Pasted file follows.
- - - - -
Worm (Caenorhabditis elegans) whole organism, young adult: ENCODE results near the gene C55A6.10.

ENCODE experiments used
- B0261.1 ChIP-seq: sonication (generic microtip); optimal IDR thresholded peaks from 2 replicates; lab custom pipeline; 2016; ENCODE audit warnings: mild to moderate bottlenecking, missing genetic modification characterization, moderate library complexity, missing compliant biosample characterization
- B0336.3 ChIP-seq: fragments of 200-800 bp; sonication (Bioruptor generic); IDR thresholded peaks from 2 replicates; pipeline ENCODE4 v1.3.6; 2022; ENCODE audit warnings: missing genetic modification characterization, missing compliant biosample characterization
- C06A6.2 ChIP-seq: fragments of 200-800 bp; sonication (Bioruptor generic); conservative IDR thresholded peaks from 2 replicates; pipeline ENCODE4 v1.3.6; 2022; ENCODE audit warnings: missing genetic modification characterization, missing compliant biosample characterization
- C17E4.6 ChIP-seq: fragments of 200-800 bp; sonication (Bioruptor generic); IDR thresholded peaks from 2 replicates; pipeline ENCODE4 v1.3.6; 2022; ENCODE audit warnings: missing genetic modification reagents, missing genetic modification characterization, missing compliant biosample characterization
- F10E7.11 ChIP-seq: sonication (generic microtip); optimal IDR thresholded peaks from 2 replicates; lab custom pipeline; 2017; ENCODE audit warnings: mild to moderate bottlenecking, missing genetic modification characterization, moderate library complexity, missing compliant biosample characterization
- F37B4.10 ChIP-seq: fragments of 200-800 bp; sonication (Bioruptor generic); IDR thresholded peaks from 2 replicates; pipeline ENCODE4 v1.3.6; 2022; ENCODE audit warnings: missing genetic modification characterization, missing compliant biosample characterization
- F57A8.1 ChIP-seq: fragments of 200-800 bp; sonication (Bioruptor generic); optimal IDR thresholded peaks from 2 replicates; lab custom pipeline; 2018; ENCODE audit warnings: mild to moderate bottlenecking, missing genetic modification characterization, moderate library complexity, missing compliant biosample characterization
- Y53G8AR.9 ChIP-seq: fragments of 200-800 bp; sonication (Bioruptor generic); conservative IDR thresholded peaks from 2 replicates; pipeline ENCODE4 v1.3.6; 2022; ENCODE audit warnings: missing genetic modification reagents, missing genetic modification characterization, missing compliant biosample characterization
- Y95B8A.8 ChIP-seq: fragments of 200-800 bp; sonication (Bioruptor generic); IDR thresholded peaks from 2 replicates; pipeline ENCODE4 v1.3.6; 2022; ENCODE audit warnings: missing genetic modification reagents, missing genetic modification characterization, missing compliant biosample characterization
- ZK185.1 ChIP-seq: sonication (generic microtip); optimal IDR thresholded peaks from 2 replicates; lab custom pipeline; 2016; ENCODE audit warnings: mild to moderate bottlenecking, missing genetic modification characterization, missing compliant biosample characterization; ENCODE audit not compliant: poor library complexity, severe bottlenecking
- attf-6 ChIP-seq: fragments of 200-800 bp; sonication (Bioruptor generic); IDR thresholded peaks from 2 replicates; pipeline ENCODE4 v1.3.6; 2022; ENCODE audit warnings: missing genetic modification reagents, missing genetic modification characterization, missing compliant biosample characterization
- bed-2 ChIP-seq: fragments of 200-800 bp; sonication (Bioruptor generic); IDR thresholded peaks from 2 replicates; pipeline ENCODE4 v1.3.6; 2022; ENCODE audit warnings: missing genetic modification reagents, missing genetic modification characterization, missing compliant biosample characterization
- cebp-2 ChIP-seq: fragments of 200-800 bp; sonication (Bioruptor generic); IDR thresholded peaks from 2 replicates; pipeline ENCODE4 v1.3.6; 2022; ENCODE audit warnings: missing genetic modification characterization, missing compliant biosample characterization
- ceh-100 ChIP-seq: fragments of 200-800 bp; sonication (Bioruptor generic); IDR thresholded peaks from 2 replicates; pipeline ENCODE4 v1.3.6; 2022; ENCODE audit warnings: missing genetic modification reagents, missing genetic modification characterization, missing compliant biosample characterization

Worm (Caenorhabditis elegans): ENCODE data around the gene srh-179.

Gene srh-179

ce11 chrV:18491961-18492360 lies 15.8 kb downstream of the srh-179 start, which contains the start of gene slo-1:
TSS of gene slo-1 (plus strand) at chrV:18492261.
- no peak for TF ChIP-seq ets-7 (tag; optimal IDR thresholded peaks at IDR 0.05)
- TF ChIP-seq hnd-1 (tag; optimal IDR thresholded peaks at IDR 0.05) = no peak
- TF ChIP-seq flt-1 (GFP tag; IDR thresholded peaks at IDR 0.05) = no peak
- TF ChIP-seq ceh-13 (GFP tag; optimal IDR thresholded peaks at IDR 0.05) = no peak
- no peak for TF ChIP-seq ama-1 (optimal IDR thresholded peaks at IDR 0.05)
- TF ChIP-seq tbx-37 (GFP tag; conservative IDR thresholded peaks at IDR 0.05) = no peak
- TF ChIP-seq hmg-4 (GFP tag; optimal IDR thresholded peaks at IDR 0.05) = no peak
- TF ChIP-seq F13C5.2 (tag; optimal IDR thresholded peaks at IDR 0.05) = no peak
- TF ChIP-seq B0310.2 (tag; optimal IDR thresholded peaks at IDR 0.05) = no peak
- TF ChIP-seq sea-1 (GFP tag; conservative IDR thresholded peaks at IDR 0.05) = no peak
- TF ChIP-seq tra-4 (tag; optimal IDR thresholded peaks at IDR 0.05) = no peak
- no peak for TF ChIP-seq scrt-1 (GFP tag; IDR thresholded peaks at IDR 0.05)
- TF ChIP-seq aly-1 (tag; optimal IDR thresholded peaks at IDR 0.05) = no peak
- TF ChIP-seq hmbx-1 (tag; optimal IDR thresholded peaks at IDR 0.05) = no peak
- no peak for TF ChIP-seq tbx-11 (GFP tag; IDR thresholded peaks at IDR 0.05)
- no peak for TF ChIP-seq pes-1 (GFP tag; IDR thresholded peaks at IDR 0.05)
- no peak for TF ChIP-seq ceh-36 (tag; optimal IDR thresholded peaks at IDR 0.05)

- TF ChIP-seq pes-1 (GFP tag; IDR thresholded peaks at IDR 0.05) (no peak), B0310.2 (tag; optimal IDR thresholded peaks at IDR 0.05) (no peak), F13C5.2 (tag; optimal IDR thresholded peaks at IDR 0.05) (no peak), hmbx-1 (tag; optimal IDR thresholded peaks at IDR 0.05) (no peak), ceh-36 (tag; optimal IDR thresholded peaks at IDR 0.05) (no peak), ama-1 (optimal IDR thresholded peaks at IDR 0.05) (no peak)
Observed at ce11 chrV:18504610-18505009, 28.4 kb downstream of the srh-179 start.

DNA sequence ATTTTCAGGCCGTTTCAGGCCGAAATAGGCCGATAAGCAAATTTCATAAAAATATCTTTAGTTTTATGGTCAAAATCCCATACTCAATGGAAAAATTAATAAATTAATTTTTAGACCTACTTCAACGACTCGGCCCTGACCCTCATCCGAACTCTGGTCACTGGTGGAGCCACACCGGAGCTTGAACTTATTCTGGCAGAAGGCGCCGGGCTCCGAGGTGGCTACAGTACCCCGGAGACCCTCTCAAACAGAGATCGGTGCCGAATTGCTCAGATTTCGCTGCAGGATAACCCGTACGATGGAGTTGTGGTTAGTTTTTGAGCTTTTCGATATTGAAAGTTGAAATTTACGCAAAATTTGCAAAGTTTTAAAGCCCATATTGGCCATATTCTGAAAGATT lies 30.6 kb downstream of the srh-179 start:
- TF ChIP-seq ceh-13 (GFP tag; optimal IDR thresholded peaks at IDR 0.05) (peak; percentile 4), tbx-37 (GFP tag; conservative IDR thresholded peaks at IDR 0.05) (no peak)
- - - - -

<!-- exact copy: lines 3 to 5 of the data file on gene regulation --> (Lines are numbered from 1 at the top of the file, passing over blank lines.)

- B0261.1 ChIP-seq: sonication (generic microtip); optimal IDR thresholded peaks from 2 replicates; lab custom pipeline; 2016; ENCODE audit warnings: mild to moderate bottlenecking, missing genetic modification characterization, moderate library complexity, missing compliant biosample characterization
- B0336.3 ChIP-seq: fragments of 200-800 bp; sonication (Bioruptor generic); IDR thresholded peaks from 2 replicates; pipeline ENCODE4 v1.3.6; 2022; ENCODE audit warnings: missing genetic modification characterization, missing compliant biosample characterization
- C06A6.2 ChIP-seq: fragments of 200-800 bp; sonication (Bioruptor generic); conservative IDR thresholded peaks from 2 replicates; pipeline ENCODE4 v1.3.6; 2022; ENCODE audit warnings: missing genetic modification characterization, missing compliant biosample characterization